Business Words and Phrases to Avoid Using

Business Words and Phrases to Avoid Using

Whether you’re compiling your resume, drafting a job description, writing an email, or doing any kind of business and professional writing, there are certain buzzwords that will help you make the best impression. There are also words and phrases that you may be better off avoiding.

Whether they are offensive, cringeworthy, or simply annoying, here are some of the words and jargon a survey reported as overused and underwhelming.

Business Words and Phrases Not to Use

Some of these responses are surprising, because they are common terms that are used frequently in professional correspondence. However, some people would rather not hear them. Here’s a list of the top 20 words and phrases that respondents hated the most:

  1. Synergy
  2. Teamwork
  3. Touch base
  4. Raising the bar
  5. Think outside the box
  6. Work harder
  7. Best practice
  8. Paradigm shift
  9. The next time you feel the need to reach out…
  10. Empower
  11. Keep up the good work
  12. At the end of the day
  13. Give 110%
  14. It is what it is…
  15. Circle back
  16. Game changer
  17. Get on it
  18. KPI
  19. Move the needle
  20. Actionable

Here’s the full list:

What Not to Write in an Email

Survey respondents were also asked about what they didn’t appreciate reading in an email. The following phrases were ranked as the most passive-aggressive sentences received in email messages:

  • According to my records…
  • Any updates on this?
  • As per my last email…
  • Going forward I’d prefer…
  • Just a friendly reminder…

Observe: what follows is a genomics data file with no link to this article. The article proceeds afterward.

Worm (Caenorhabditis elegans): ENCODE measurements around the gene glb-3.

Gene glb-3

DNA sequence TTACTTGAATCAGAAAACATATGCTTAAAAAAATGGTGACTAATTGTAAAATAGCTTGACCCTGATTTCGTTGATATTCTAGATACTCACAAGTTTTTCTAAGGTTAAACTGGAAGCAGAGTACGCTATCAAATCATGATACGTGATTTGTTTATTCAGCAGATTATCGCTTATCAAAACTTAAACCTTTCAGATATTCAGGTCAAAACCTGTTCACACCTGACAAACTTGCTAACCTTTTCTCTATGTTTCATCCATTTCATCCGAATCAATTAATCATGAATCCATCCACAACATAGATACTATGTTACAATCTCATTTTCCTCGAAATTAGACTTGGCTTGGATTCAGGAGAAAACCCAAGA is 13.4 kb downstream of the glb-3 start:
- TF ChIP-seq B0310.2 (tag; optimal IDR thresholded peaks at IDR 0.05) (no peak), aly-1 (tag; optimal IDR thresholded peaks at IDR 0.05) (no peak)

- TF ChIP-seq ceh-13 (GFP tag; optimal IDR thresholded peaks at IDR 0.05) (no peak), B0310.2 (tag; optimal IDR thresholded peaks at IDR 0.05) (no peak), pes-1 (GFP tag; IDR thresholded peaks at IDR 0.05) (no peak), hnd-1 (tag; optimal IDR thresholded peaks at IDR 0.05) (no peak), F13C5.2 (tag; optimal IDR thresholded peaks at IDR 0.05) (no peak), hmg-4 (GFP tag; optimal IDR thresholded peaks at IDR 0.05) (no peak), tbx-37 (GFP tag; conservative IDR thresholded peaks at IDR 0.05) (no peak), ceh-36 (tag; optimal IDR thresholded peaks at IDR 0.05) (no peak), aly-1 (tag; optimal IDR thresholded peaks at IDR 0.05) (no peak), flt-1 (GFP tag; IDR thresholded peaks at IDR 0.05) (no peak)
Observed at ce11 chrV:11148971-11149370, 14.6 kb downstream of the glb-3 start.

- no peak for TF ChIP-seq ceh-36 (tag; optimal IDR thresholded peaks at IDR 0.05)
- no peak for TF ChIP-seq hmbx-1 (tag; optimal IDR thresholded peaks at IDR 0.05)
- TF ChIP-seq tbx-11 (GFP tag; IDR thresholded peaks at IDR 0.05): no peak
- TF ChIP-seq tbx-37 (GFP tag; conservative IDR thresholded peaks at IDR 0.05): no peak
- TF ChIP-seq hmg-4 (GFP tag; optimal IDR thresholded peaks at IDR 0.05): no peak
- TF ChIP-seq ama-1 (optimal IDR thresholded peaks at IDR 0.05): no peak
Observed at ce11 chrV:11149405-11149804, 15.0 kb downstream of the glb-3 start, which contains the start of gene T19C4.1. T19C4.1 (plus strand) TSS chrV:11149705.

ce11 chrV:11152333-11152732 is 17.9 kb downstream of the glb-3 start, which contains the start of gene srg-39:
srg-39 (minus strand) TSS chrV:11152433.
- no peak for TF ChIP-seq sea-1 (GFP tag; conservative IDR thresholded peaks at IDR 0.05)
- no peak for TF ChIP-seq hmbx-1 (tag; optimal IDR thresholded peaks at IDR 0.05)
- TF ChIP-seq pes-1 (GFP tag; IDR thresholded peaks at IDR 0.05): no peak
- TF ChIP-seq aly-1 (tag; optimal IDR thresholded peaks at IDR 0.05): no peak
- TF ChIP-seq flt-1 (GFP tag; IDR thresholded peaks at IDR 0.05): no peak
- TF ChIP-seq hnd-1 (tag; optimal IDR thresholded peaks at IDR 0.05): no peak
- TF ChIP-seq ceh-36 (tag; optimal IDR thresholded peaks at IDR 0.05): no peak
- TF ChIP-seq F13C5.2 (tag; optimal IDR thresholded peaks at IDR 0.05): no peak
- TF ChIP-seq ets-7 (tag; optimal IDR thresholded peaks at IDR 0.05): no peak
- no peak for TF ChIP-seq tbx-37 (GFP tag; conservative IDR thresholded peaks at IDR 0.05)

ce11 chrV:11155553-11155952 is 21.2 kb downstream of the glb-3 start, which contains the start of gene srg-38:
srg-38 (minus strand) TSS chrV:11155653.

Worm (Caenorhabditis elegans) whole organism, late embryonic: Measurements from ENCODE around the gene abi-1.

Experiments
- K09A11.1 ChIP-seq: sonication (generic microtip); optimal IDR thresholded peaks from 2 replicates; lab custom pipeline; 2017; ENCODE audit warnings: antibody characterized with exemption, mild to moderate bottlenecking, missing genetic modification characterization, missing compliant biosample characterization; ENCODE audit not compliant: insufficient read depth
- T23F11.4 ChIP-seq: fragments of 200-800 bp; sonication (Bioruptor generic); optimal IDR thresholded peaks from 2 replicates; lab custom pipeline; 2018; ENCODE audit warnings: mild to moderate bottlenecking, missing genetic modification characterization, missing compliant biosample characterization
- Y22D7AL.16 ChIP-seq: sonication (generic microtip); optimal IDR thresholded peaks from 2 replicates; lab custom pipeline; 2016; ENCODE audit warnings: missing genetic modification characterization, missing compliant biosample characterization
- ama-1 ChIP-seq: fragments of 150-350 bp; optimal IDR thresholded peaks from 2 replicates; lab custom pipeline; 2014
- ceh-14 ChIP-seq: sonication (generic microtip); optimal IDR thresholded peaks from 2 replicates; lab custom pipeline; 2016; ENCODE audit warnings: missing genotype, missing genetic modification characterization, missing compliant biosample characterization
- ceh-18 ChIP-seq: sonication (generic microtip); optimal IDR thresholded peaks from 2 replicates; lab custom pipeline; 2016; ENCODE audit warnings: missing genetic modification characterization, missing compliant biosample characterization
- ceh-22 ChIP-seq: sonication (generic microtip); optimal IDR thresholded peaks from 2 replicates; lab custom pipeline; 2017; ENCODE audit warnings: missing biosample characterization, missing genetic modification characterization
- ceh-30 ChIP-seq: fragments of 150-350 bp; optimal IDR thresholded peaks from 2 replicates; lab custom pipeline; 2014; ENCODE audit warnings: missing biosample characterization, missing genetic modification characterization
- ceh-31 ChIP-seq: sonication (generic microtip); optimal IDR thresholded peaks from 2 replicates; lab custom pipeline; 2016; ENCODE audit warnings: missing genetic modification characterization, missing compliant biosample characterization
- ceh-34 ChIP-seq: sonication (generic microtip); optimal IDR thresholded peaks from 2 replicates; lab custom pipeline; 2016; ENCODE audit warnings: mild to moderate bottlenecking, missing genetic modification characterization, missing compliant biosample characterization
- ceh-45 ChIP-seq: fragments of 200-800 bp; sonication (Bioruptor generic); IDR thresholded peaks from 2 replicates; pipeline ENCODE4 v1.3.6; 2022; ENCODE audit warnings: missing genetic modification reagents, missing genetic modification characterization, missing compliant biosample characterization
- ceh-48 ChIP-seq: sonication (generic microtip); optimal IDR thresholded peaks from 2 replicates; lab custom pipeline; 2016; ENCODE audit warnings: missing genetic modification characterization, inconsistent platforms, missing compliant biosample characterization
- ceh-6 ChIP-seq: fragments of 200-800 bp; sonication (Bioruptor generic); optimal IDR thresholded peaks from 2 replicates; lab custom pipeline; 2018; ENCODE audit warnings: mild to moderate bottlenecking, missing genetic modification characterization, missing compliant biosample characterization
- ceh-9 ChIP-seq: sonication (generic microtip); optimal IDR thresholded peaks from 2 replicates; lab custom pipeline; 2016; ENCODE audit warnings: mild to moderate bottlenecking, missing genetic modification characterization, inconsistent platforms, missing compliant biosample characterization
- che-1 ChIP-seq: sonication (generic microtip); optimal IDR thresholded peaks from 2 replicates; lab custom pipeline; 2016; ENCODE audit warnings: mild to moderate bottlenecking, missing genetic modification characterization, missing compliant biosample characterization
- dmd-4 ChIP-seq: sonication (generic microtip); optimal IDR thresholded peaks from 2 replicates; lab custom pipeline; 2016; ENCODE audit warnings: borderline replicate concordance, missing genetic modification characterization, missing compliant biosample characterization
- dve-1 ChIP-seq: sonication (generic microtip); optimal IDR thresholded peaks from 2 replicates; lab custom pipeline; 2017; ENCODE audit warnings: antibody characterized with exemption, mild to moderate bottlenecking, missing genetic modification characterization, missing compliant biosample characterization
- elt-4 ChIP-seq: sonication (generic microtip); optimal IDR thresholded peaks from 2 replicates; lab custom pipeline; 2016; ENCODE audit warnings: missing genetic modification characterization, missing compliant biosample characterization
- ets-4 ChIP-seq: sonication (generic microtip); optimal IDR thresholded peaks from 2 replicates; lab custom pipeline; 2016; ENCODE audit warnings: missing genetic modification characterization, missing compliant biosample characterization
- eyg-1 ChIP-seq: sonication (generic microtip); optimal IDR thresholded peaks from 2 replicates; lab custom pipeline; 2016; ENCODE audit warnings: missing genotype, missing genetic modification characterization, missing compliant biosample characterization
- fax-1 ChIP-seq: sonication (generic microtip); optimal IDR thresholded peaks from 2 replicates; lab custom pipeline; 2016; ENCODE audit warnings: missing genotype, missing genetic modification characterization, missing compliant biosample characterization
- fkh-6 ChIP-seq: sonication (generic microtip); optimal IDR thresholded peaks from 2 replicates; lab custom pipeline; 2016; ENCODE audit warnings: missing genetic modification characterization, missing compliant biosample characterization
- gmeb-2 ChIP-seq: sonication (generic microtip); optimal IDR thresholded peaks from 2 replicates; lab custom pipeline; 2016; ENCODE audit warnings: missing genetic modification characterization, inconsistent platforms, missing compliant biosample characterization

• Please let me know if I’ve misunderstood.


The Worst Words to Describe a Perfect Candidate

What makes someone a perfect candidate for a job? According to survey respondents, none of the following descriptions made a positive impression. They comprised the list of the worst terms used to describe an ideal candidate for a job.

  • All-star
  • Badass 
  • Change agent
  • Creative
  • Experimenter
  • Headliner
  • Innovator
  • Inventor
  • Ninja
  • Rockstar
  • Sherpa 
  • Superstar
  • Thought leader


The Bottom Line

There are of course exceptions to every rule. Some of these terms can work, when used appropriately for the tone and context in which you’re writing. What’s most important is to review all your business writing carefully to make sure it flows smoothly and there are no grammatical errors or typos.

Hint: Editorr and Grammarly are terrific tools for copyediting and proofreading to make sure everything you send isword-perfect.

Also be sure your letters and emails are well-written and properly formatted so you make the best impression on everyone who is reading what you write.

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  • August 20, 2022